What Are Thyroid Nodules?
The thyroid is a gland in the lower part of the neck that releases hormones which regulate the body’s metabolism. Sometimes lumps, called nodules, form in the thyroid. Thyroid nodules can be either solid, cystic or a mixture of both. Purely cystic nodules are usually made up of blood or colloid (the protein material which holds the thyroid hormone). Purely cystic nodules have almost no chance of having cancer; however, solid or complex (cystic and solid), may have an increased risk of cancer.
About Thyroid Cancer
Not all thyroid nodules are cancerous, and most thyroid cancers are not fatal. In fact, only 1 in 20 thyroid nodules becomes cancerous. However, there are a few different types of thyroid cancer that are dangerous, including medullary thyroid cancer, poorly differentiated thyroid cancer and anaplastic thyroid cancer.
There are several factors that determine whether or not a patient is at risk for thyroid cancer. For example, if thyroid nodules or thyroid cancer has occurred in a patient’s family, he or she is more likely to develop such problems as well. Women are also more likely to develop thyroid cancer than men—three times more likely, in fact. Additionally, women are more likely to be diagnosed earlier in life—usually in their 40s and 50s. Men, on the other hand, are more often diagnosed in their 60s and 70s.
Diagnosing Thyroid Cancer
Fine needle aspiration (FNA) is the standard of care in order to diagnose whether a thyroid nodule is benign or malignant. It is also the quickest and least invasive way to diagnose thyroid cancer. FNA uses a very thin needle to extract tissue from the thyroid to be examined in a lab. An FNA of the thyroid can be performed in an outpatient setting, making the process easier and more convenient for the patient.
What to Expect During an FNA of the Thyroid at Dr. Nadelman’s Office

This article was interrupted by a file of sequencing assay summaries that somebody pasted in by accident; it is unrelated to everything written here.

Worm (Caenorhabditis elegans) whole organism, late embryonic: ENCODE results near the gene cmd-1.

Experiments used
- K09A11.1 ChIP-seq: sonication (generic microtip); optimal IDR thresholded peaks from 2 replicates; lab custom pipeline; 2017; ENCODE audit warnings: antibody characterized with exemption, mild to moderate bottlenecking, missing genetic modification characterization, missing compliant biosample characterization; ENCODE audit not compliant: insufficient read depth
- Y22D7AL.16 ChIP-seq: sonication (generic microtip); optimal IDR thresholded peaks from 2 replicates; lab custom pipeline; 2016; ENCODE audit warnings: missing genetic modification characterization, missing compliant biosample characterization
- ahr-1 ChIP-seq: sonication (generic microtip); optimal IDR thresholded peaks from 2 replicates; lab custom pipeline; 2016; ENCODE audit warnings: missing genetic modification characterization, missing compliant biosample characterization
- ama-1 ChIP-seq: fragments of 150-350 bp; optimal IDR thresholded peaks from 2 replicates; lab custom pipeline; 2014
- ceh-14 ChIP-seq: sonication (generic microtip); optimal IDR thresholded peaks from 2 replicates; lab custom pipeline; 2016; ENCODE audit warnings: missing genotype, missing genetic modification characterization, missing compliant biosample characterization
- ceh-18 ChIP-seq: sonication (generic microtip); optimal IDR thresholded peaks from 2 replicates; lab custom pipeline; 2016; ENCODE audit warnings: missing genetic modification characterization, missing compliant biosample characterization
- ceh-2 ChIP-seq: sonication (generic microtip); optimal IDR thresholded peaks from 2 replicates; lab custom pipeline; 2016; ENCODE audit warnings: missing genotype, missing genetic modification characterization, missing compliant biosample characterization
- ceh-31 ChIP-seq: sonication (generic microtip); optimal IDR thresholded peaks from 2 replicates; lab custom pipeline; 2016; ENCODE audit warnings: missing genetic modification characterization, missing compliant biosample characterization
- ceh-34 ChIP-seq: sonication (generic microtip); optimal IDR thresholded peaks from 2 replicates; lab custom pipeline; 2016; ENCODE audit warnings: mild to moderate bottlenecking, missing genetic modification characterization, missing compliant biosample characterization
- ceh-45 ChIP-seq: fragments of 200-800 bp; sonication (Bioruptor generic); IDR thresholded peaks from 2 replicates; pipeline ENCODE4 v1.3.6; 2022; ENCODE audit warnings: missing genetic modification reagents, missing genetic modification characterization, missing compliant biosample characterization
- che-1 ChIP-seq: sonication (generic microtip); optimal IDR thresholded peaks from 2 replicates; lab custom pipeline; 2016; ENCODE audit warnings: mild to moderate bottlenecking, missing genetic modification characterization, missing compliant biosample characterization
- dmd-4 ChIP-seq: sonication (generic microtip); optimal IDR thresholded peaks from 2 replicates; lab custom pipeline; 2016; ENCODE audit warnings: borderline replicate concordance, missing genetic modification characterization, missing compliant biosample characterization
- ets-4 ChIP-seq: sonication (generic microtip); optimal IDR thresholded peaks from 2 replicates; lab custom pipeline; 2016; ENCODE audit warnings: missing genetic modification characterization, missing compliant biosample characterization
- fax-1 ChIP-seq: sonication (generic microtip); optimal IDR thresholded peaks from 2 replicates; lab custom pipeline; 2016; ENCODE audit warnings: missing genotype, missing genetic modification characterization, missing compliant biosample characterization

There is usually no major preparation required the night before the procedure. Although, you may be asked to stop taking medications that would thin your blood (i.e. aspirin or ibuprofen) a few days prior to the procedure.
When you arrive at Dr. Nadelman’s office, you will be shown to a treatment room where Dr. Nadelman will take a focused history and physical exam. She and the sonographer will identify the area of concern using an ultrasound, and they will note the nodule’s imaging characteristics, such as location and size. After consenting you, your skin will be prepared and cleansed with an antiseptic. The spot where the biopsy will take place will also be marked. If you are not allergic, a local anesthetic, such as Lidocaine, will be injected superficially over the lump to numb the tissue.
The FNA process is quick and relatively painless. The needle used for an FNA biopsy is extremely thin, and the doctor inserts the needle into the area being tested and removes a small core of cells. The cells are then ejected from the needle onto a glass slide, smeared, and fixed.
Since Dr. Nadelman has a microscope in the same procedure room and is a cytopathologist with an on-site laboratory, she can examine the slide to make sure there is enough tissue to make a diagnosis. This helps to prevent repeat visits for more biopsies. In addition, since she is a pathologist, she also can take more tissue if needed for other tests, such as molecular testing.
Due to Dr. Nadelman’s on-site laboratory and her unique process of using a microscope in the procedure room to ensure enough tissue is taken, the biopsy results are often available very quickly after the procedure—sometimes within 48 hours. This process allows the patients to not only receive the fastest results, but also the most accurate results. Finally, since an FNA biopsy is a minimally invasive procedure, you should be able to return to your normal routine soon. If the area does become sore, ice or over-the-counter medication, such as acetaminophen, may be used to alleviate discomfort.
Please contact us if you have questions or want to schedule an appointment.